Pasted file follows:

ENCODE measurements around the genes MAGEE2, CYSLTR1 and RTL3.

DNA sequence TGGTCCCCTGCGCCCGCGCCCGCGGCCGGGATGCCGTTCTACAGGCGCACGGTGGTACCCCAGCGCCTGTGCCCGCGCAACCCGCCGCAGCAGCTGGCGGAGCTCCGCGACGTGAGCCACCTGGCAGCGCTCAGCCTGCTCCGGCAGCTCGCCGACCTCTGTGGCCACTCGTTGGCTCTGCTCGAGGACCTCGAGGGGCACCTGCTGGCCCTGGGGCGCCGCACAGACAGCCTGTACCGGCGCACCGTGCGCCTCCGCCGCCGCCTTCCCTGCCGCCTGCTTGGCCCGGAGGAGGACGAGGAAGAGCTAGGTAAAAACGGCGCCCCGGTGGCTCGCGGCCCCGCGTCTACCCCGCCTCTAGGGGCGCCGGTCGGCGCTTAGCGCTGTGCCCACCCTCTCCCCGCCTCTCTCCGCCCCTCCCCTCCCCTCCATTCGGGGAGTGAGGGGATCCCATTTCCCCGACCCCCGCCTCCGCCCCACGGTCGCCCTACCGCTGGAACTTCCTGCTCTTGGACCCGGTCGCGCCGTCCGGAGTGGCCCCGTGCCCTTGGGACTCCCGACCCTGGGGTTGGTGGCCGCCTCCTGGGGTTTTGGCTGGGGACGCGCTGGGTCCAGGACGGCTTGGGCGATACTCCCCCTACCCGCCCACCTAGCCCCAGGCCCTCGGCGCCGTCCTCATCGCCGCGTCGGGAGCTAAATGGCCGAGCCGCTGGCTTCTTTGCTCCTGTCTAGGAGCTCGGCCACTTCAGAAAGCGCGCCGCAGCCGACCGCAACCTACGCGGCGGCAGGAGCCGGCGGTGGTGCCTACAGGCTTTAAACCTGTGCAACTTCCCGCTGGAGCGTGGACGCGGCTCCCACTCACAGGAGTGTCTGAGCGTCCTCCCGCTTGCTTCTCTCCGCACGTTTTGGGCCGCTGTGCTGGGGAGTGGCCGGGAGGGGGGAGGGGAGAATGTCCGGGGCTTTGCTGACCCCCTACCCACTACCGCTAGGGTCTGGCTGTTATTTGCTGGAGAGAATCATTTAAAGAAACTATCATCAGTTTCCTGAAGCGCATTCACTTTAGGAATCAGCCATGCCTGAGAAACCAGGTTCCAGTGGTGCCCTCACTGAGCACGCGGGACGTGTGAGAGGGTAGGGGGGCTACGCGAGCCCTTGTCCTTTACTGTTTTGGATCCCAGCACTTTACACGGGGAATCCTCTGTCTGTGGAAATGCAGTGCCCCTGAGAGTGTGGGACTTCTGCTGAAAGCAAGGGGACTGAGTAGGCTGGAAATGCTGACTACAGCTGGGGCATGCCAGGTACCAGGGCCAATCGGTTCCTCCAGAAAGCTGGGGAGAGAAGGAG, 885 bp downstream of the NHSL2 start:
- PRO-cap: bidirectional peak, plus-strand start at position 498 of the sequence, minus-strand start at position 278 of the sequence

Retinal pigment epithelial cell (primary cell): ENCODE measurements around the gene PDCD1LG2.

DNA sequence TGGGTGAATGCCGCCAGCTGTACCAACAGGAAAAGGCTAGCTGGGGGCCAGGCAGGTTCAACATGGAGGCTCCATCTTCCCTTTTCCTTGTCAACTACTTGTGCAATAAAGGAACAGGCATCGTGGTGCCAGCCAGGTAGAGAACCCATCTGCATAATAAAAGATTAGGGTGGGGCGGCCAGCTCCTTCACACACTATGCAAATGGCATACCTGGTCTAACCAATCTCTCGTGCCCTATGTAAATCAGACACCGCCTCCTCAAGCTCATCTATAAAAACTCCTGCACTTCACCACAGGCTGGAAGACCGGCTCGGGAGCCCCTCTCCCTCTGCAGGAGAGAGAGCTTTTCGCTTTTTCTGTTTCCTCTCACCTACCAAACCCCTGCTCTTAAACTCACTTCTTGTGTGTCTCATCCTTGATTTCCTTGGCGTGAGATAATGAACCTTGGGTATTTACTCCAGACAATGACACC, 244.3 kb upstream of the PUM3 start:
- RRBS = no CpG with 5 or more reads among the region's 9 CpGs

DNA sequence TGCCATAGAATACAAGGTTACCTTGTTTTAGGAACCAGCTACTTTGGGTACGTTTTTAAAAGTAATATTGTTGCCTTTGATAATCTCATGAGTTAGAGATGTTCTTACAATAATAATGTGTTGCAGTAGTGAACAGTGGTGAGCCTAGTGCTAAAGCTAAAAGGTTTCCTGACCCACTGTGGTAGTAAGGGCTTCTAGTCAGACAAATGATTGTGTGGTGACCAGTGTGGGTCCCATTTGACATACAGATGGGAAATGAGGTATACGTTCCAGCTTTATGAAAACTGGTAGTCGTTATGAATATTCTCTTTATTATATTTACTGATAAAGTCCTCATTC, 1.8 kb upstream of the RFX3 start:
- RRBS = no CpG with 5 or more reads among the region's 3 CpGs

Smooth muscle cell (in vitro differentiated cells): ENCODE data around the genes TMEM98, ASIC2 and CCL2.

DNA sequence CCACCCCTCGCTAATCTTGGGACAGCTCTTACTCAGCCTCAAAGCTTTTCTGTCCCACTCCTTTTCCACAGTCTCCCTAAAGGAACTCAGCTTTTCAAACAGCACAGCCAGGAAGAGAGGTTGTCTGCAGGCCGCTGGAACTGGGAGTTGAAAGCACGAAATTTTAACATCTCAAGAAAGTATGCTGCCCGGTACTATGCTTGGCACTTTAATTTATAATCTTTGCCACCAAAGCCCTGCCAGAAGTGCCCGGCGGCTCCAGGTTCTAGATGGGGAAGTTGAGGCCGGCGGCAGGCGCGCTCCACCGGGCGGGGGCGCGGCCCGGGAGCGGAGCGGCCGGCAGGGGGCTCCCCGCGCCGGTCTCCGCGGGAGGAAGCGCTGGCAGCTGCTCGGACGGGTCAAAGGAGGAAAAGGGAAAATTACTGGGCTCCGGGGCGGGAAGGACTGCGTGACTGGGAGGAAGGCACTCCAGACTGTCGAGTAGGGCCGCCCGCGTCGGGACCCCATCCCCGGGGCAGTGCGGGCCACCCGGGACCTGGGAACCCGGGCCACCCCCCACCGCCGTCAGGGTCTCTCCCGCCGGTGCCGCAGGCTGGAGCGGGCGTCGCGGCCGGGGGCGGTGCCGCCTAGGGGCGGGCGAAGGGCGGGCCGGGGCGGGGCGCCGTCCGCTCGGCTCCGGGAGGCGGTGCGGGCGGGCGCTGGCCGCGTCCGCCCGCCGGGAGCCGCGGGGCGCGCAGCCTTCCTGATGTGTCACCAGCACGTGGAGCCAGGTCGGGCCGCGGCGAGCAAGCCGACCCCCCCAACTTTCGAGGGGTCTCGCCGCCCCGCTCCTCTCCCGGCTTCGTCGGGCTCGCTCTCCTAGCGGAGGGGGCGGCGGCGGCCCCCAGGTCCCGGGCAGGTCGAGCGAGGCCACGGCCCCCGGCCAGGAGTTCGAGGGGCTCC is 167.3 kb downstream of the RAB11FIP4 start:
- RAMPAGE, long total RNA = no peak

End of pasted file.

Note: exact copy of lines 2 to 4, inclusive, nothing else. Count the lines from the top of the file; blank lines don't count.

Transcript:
DNA sequence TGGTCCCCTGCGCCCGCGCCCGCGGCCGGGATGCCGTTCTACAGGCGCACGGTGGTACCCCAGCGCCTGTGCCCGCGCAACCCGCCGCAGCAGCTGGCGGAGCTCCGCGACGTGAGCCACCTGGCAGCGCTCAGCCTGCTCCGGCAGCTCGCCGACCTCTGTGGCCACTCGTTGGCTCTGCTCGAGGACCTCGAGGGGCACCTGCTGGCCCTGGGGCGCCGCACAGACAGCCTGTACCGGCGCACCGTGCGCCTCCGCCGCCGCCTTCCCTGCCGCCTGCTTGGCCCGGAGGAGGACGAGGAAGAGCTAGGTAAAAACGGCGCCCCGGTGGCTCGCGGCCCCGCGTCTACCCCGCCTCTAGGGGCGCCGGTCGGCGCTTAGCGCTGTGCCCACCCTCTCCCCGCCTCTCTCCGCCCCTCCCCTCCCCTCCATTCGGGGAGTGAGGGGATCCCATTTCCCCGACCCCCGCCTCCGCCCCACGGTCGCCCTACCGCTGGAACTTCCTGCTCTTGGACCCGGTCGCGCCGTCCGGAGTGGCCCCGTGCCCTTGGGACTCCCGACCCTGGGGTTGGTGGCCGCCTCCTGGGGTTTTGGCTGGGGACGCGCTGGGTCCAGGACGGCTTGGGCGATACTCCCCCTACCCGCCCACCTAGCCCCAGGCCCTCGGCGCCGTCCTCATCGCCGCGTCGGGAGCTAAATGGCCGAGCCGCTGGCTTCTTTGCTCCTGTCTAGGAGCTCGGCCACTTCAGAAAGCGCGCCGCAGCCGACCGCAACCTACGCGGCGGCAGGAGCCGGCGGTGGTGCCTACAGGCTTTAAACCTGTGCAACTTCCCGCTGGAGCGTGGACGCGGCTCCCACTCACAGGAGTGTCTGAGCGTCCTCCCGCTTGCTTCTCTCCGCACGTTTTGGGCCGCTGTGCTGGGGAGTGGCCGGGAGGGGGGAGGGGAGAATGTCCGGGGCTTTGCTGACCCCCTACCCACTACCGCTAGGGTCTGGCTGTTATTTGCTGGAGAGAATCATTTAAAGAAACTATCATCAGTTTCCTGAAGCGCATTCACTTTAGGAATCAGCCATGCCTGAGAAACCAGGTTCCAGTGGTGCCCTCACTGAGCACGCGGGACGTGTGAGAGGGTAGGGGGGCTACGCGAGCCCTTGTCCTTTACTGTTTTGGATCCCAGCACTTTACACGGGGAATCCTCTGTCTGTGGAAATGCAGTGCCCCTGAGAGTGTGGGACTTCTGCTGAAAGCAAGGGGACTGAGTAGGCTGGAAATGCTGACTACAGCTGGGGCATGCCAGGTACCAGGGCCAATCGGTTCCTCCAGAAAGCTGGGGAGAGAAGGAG, 885 bp downstream of the NHSL2 start:
- PRO-cap: bidirectional peak, plus-strand start at position 498 of the sequence, minus-strand start at position 278 of the sequence

Retinal pigment epithelial cell (primary cell): ENCODE measurements around the gene PDCD1LG2.